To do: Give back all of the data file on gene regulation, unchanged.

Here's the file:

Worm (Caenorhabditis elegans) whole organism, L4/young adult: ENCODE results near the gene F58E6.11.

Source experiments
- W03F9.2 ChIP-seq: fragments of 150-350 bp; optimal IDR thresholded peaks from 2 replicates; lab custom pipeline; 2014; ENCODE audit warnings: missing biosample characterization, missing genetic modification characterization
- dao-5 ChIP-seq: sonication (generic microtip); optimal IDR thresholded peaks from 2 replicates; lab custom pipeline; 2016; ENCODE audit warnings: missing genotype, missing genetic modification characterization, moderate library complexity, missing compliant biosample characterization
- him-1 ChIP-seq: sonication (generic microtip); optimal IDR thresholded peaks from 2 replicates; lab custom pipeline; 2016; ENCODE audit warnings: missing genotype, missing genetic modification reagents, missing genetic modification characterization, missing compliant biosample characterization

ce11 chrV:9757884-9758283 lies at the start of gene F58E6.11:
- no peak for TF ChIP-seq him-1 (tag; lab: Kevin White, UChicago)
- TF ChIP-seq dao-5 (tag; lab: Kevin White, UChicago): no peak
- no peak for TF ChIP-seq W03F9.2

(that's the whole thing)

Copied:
Worm (Caenorhabditis elegans) whole organism, L4/young adult: ENCODE results near the gene F58E6.11.

Source experiments
- W03F9.2 ChIP-seq: fragments of 150-350 bp; optimal IDR thresholded peaks from 2 replicates; lab custom pipeline; 2014; ENCODE audit warnings: missing biosample characterization, missing genetic modification characterization
- dao-5 ChIP-seq: sonication (generic microtip); optimal IDR thresholded peaks from 2 replicates; lab custom pipeline; 2016; ENCODE audit warnings: missing genotype, missing genetic modification characterization, moderate library complexity, missing compliant biosample characterization
- him-1 ChIP-seq: sonication (generic microtip); optimal IDR thresholded peaks from 2 replicates; lab custom pipeline; 2016; ENCODE audit warnings: missing genotype, missing genetic modification reagents, missing genetic modification characterization, missing compliant biosample characterization

ce11 chrV:9757884-9758283 lies at the start of gene F58E6.11:
- no peak for TF ChIP-seq him-1 (tag; lab: Kevin White, UChicago)
- TF ChIP-seq dao-5 (tag; lab: Kevin White, UChicago): no peak
- no peak for TF ChIP-seq W03F9.2